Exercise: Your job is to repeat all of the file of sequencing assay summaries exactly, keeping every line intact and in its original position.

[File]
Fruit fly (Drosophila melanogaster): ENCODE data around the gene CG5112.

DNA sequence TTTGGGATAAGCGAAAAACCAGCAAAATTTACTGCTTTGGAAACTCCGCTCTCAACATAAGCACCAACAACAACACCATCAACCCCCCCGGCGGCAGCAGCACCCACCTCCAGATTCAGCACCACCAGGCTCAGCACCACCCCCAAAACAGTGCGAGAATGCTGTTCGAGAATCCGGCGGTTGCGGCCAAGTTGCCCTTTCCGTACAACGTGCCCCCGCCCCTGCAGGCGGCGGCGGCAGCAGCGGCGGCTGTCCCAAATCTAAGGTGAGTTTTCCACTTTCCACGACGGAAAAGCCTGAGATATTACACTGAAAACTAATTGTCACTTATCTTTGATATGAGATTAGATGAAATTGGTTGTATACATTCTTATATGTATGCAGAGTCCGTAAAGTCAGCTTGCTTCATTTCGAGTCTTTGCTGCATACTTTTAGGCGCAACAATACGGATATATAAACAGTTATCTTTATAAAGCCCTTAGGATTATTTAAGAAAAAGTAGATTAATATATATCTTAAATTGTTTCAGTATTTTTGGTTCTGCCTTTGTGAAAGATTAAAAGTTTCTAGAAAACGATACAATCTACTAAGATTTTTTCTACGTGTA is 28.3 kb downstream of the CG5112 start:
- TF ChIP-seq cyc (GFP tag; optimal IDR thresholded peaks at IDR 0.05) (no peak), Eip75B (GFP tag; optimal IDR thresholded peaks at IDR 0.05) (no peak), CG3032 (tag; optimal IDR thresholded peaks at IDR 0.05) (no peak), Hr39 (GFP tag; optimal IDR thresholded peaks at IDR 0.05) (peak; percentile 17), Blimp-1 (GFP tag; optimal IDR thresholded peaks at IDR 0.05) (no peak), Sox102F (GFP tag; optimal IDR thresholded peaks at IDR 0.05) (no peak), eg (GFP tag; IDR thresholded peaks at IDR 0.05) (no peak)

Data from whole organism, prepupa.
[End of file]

Fruit fly (Drosophila melanogaster): ENCODE data around the gene CG5112.

DNA sequence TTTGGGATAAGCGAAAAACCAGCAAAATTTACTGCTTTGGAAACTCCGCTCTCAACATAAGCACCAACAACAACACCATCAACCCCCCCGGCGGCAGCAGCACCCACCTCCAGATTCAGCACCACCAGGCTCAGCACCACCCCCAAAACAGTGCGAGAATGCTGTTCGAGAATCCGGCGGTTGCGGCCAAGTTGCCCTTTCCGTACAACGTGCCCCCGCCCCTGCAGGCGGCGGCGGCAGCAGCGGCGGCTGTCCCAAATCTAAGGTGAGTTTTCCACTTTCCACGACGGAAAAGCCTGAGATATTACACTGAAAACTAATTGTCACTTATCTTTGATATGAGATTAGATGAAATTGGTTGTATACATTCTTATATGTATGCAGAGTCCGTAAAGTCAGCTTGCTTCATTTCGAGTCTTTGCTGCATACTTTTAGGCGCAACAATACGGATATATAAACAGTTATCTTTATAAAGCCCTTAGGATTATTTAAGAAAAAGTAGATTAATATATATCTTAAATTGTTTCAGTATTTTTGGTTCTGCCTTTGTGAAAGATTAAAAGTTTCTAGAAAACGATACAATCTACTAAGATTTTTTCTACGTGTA is 28.3 kb downstream of the CG5112 start:
- TF ChIP-seq cyc (GFP tag; optimal IDR thresholded peaks at IDR 0.05) (no peak), Eip75B (GFP tag; optimal IDR thresholded peaks at IDR 0.05) (no peak), CG3032 (tag; optimal IDR thresholded peaks at IDR 0.05) (no peak), Hr39 (GFP tag; optimal IDR thresholded peaks at IDR 0.05) (peak; percentile 17), Blimp-1 (GFP tag; optimal IDR thresholded peaks at IDR 0.05) (no peak), Sox102F (GFP tag; optimal IDR thresholded peaks at IDR 0.05) (no peak), eg (GFP tag; IDR thresholded peaks at IDR 0.05) (no peak)

Data from whole organism, prepupa.